Ted Ngoy, The Donut King

The Donut King cover

Last month a publishing company sent out the usual distribution email offering a copy of the book “The Donut King”. I was intrigued by the remarkable sounding rags to riches life story of Ted Ngoy. I asked for a copy and it was promptly sent and received.

It’s a small book, 169 pages long. It is written in the first person by Ted Ngoy himself. It is very well written. His voice throughout is honest, sometimes painfully so. There is no arrogance or self-pity. I related to him because of his honesty. He describes his story with self-reflection, and the drama and intrigue that colours his story from beginning to end is the result of life happening, not Hollywood embellishment.

Ted Ngoy and I couldn’t be farther apart. I’ve never experienced hunger, war, fear, served in an army, or had a wet and cold bed to sleep in. I’ve also never built an empire of donut shops, been wealthy, or rubbed shoulders with people with political influence.

Ted Ngoy headshotTed Ngoy is from Cambodia, and his story starts and ends here. I was born in 1967, and I remember hearing Khmer Rouge and Pol Pot in the background through the 1970’s. I had no idea then what it meant, and am ashamed to say I didn’t learn about it until reading Ted Ngoy’s book this past month. I did some internet research as well and am saddened by what happened between 1975 and 1978 under Pol Pot’s evil regime. Estimates are up to 3 million people were killed in this time. To give that perspective, that is 75% of the population of Alberta.

Ted Ngoy was able to flee Cambodia by the skin of his teeth. He recounts his dramatic exit in 1974, amid explosions and an anxious pilot who was waiting for him well past his departure time upon the request of a friend.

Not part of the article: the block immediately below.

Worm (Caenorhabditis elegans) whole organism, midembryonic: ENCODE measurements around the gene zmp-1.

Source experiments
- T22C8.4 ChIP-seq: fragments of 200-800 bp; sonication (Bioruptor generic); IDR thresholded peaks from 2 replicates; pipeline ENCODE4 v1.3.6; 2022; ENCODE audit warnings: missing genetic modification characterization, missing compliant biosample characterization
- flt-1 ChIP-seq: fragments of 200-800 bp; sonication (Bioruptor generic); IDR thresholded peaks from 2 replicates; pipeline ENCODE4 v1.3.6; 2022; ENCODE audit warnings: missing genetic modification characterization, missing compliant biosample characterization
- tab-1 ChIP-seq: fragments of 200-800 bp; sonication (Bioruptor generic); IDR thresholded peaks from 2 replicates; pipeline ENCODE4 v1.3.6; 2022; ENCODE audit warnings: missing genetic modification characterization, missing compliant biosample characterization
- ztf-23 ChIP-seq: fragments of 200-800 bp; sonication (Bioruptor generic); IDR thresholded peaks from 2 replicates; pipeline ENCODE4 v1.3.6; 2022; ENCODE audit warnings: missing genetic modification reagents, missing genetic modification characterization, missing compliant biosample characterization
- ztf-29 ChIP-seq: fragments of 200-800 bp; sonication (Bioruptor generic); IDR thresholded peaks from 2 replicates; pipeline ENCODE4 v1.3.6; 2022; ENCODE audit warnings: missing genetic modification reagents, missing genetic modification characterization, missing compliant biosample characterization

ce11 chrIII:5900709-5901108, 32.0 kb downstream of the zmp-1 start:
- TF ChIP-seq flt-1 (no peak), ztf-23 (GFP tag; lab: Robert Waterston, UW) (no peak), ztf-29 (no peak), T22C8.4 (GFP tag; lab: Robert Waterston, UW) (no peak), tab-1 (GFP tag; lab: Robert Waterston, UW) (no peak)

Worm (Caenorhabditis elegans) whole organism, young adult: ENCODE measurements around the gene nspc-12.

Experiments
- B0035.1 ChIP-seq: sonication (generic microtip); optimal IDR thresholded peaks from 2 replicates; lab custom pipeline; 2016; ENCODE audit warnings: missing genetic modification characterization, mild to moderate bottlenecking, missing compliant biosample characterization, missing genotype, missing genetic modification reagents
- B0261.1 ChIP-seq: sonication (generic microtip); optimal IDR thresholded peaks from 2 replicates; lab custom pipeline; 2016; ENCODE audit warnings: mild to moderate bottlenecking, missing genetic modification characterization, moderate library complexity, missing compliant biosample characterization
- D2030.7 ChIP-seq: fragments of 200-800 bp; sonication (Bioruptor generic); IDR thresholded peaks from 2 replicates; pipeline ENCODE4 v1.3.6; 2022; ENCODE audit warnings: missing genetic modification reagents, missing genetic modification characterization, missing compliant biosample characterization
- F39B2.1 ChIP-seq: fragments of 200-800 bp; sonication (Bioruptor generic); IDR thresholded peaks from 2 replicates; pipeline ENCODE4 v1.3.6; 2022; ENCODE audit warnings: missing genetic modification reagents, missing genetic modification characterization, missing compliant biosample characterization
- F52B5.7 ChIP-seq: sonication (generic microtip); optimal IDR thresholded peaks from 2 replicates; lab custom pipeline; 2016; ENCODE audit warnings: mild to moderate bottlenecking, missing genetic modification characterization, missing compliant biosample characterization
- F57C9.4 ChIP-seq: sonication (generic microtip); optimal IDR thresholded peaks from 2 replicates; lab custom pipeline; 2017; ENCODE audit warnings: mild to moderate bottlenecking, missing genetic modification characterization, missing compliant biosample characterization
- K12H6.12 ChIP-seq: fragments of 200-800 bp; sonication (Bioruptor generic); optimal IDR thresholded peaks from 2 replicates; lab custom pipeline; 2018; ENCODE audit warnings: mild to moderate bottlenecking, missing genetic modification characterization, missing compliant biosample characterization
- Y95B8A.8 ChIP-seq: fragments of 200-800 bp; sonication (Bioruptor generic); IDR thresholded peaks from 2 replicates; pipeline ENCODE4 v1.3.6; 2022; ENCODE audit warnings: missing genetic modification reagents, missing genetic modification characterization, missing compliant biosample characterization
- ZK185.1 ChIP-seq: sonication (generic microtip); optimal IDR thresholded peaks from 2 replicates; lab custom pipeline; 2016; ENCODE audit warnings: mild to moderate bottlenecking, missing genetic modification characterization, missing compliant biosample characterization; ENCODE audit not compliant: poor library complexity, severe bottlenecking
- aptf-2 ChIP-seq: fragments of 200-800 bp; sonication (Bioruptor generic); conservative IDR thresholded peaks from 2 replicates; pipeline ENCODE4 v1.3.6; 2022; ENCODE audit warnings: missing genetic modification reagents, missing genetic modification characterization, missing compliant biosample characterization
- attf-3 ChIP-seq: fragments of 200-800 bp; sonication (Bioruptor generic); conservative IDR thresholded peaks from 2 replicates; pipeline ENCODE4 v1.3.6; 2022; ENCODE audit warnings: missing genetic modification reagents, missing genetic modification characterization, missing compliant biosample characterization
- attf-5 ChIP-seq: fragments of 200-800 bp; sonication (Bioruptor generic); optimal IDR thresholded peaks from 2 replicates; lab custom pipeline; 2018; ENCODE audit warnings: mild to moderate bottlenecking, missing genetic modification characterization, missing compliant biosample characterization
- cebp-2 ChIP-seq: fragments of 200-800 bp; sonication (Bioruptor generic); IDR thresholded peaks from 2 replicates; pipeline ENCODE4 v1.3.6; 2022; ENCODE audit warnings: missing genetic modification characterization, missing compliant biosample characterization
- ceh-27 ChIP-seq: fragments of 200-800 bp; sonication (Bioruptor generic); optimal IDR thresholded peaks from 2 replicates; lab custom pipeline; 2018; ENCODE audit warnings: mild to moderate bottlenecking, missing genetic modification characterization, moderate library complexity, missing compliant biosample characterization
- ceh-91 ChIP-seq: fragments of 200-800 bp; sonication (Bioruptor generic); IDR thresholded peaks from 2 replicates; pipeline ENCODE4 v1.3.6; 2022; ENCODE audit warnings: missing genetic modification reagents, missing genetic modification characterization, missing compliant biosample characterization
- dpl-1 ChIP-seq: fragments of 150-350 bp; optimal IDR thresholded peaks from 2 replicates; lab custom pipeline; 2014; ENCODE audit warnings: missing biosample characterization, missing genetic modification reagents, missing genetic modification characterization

In America, Ngoy built wealth and respect by learning about the donut business. He was generous with his knowledge and shared it with other Cambodian refugees, making them successful in their new country.

Where Ted Ngoy gets real for me is when he gets obsessive with gambling. It is here in the story that a multi-millionaire becomes very, very human. He gets addicted to the energy and euphoria that happens to some when gambling. In his case, his addiction started in Las Vegas. He forgets everything else, and loses all his millions. When Ted Ngoy wants to stop, he starts bargaining with himself. Very much like me when I have eaten too many chocolates, or drank too much wine, and make promises to myself that that I Will Never Eat Another Chocolate, or Drink Another Glass of Wine in My Life again. The humanness of what Ted Ngoy went through this dark time is very relatable. If I’m honest as he is, I will admit there was a certain pleasure about reading a story about someone so unimaginably successful, crashing and burning.

To preface that statement, you need to know this. In the promotional material I received from the publishing company, it says the author goes from rags to riches, not once but three separate times. “Come on!” I said to myself. At that moment I had little sympathy for someone who would allow this to happen once, let alone three times. You must also understand that my husband and I are the sort of people who do not take any risk whatsoever with our money. So I made a judgemental “tsk” and started to read the book. I warmed to Ted Ngoy with his early life and escape from Cambodia, but when he got bedazzled by the lights and smarmy surroundings in Vegas, I cooled a bit. “Got what you deserved Ted” I shouted at the pages.